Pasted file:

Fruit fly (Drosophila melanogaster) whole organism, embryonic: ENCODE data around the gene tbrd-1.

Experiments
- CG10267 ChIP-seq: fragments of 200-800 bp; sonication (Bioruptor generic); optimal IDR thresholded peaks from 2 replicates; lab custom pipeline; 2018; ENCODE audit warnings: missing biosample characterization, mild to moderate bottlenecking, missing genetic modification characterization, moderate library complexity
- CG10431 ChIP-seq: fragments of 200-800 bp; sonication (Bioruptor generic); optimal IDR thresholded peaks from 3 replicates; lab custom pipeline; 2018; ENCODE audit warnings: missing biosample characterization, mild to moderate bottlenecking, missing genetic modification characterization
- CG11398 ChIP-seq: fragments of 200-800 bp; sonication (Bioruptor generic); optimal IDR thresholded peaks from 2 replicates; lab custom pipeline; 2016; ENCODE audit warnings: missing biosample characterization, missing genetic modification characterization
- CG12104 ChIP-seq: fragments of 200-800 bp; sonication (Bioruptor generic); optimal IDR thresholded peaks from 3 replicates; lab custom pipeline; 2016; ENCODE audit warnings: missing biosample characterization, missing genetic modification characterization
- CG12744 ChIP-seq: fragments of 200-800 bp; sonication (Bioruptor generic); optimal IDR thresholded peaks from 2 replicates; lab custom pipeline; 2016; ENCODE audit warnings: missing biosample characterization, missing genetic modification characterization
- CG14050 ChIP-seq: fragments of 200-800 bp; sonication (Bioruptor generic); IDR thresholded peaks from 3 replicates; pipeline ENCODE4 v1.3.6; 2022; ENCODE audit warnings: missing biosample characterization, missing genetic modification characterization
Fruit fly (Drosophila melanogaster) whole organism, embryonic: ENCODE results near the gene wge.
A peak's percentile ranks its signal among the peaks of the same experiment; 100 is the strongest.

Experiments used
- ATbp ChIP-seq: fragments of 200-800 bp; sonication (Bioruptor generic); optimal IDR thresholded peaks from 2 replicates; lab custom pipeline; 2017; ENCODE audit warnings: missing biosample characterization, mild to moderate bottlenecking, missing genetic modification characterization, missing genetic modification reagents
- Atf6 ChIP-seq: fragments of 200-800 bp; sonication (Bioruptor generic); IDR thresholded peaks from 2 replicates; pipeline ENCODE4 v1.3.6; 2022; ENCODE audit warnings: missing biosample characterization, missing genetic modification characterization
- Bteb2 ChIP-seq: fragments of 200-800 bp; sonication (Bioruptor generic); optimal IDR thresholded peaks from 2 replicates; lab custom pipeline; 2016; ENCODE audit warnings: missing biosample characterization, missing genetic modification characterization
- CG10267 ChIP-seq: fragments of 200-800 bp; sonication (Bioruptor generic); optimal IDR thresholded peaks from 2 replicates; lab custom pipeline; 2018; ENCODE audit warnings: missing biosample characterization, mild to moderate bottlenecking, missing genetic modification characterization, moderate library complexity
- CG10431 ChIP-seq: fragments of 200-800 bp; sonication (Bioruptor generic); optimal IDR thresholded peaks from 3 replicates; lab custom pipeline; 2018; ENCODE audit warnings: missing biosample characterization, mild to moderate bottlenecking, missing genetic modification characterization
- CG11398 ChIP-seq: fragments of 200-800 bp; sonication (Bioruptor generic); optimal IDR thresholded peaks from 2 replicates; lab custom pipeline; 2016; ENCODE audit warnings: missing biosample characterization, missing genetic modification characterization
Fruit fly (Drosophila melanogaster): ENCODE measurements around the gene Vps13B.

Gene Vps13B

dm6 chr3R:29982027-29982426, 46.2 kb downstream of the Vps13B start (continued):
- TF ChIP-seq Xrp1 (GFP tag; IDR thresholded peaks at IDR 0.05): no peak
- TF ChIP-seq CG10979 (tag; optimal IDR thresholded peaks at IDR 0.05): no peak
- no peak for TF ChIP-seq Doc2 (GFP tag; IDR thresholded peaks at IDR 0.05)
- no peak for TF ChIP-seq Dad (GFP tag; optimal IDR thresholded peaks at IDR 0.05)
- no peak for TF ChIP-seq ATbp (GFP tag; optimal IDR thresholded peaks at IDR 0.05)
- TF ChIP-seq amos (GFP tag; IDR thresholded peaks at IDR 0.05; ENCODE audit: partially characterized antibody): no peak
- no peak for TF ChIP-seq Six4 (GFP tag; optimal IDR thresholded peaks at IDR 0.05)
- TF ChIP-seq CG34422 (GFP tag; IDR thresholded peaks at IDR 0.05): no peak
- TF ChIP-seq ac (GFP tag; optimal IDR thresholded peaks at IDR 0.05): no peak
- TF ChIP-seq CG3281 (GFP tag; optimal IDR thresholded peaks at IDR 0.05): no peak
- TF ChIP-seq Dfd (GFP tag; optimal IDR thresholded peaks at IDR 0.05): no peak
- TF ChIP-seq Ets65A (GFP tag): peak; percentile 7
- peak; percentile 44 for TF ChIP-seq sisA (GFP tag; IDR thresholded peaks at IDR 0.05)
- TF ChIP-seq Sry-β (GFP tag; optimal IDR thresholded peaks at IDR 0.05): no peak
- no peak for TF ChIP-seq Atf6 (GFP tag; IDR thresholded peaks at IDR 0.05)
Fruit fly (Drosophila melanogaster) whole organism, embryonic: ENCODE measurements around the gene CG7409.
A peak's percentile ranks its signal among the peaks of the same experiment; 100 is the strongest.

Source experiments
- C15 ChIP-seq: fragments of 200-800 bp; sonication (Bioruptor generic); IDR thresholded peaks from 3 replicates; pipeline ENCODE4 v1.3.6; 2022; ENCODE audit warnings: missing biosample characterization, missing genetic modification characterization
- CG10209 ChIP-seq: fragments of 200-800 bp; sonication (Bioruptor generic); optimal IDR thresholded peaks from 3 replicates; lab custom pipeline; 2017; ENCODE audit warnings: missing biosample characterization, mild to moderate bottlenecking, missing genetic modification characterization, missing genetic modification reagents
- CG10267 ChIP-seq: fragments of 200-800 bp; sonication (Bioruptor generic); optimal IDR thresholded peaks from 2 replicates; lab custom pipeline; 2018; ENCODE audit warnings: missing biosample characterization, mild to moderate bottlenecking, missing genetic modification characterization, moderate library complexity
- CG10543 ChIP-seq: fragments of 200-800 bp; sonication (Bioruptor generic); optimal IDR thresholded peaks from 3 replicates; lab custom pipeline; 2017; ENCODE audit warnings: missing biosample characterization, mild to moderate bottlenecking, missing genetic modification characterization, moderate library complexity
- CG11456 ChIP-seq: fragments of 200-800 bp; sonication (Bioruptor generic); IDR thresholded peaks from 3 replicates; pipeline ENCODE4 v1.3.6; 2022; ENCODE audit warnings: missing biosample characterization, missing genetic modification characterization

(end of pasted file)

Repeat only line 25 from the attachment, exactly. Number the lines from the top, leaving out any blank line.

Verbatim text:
- no peak for TF ChIP-seq ATbp (GFP tag; optimal IDR thresholded peaks at IDR 0.05)